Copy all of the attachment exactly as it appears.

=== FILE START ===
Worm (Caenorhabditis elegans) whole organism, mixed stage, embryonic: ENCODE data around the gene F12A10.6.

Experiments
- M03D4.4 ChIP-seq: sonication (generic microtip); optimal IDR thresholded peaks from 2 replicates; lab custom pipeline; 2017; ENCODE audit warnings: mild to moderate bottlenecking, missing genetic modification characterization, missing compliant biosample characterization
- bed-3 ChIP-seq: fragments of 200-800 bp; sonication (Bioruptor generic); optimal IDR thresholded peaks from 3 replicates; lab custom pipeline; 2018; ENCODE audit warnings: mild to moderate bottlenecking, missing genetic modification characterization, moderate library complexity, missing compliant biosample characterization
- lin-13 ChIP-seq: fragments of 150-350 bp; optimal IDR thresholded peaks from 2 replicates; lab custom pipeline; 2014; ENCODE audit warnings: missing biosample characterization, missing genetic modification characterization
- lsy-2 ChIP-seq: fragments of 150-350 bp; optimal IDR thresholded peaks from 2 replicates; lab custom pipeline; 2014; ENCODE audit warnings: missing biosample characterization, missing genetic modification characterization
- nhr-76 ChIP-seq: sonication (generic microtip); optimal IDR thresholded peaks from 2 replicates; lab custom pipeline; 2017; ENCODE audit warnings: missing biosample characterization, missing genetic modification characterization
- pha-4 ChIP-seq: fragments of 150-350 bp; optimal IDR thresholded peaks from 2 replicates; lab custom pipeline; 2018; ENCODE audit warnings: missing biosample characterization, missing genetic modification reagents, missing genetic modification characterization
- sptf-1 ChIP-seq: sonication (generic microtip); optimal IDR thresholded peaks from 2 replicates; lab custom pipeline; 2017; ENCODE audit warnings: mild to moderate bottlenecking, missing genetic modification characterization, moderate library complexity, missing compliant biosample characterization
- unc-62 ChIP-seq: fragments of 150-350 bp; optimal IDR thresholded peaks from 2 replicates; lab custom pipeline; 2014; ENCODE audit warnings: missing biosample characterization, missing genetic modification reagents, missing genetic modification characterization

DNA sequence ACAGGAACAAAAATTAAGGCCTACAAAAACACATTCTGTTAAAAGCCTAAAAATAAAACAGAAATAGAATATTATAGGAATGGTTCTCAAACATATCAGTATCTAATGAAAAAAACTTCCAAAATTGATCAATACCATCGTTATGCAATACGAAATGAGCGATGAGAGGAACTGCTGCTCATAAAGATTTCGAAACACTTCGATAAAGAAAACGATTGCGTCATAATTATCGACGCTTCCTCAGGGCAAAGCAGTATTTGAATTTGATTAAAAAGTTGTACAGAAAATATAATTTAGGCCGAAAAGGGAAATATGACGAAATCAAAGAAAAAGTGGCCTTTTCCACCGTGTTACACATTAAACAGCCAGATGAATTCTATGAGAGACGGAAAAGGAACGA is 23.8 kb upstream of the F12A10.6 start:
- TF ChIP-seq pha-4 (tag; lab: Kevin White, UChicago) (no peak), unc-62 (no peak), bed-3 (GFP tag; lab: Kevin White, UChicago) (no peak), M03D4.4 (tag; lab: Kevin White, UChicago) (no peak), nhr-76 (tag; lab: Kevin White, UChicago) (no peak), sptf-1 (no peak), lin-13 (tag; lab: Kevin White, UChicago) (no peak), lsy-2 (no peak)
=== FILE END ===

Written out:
Worm (Caenorhabditis elegans) whole organism, mixed stage, embryonic: ENCODE data around the gene F12A10.6.

Experiments
- M03D4.4 ChIP-seq: sonication (generic microtip); optimal IDR thresholded peaks from 2 replicates; lab custom pipeline; 2017; ENCODE audit warnings: mild to moderate bottlenecking, missing genetic modification characterization, missing compliant biosample characterization
- bed-3 ChIP-seq: fragments of 200-800 bp; sonication (Bioruptor generic); optimal IDR thresholded peaks from 3 replicates; lab custom pipeline; 2018; ENCODE audit warnings: mild to moderate bottlenecking, missing genetic modification characterization, moderate library complexity, missing compliant biosample characterization
- lin-13 ChIP-seq: fragments of 150-350 bp; optimal IDR thresholded peaks from 2 replicates; lab custom pipeline; 2014; ENCODE audit warnings: missing biosample characterization, missing genetic modification characterization
- lsy-2 ChIP-seq: fragments of 150-350 bp; optimal IDR thresholded peaks from 2 replicates; lab custom pipeline; 2014; ENCODE audit warnings: missing biosample characterization, missing genetic modification characterization
- nhr-76 ChIP-seq: sonication (generic microtip); optimal IDR thresholded peaks from 2 replicates; lab custom pipeline; 2017; ENCODE audit warnings: missing biosample characterization, missing genetic modification characterization
- pha-4 ChIP-seq: fragments of 150-350 bp; optimal IDR thresholded peaks from 2 replicates; lab custom pipeline; 2018; ENCODE audit warnings: missing biosample characterization, missing genetic modification reagents, missing genetic modification characterization
- sptf-1 ChIP-seq: sonication (generic microtip); optimal IDR thresholded peaks from 2 replicates; lab custom pipeline; 2017; ENCODE audit warnings: mild to moderate bottlenecking, missing genetic modification characterization, moderate library complexity, missing compliant biosample characterization
- unc-62 ChIP-seq: fragments of 150-350 bp; optimal IDR thresholded peaks from 2 replicates; lab custom pipeline; 2014; ENCODE audit warnings: missing biosample characterization, missing genetic modification reagents, missing genetic modification characterization

DNA sequence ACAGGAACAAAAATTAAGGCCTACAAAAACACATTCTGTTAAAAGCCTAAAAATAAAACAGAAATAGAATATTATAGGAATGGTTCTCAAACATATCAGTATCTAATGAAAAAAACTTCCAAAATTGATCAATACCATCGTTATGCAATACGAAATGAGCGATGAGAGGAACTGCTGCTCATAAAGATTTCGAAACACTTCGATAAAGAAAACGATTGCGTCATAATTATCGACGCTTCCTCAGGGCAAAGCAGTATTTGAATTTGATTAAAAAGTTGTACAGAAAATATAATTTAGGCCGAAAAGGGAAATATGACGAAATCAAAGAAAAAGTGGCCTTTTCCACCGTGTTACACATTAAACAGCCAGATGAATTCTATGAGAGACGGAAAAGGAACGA is 23.8 kb upstream of the F12A10.6 start:
- TF ChIP-seq pha-4 (tag; lab: Kevin White, UChicago) (no peak), unc-62 (no peak), bed-3 (GFP tag; lab: Kevin White, UChicago) (no peak), M03D4.4 (tag; lab: Kevin White, UChicago) (no peak), nhr-76 (tag; lab: Kevin White, UChicago) (no peak), sptf-1 (no peak), lin-13 (tag; lab: Kevin White, UChicago) (no peak), lsy-2 (no peak)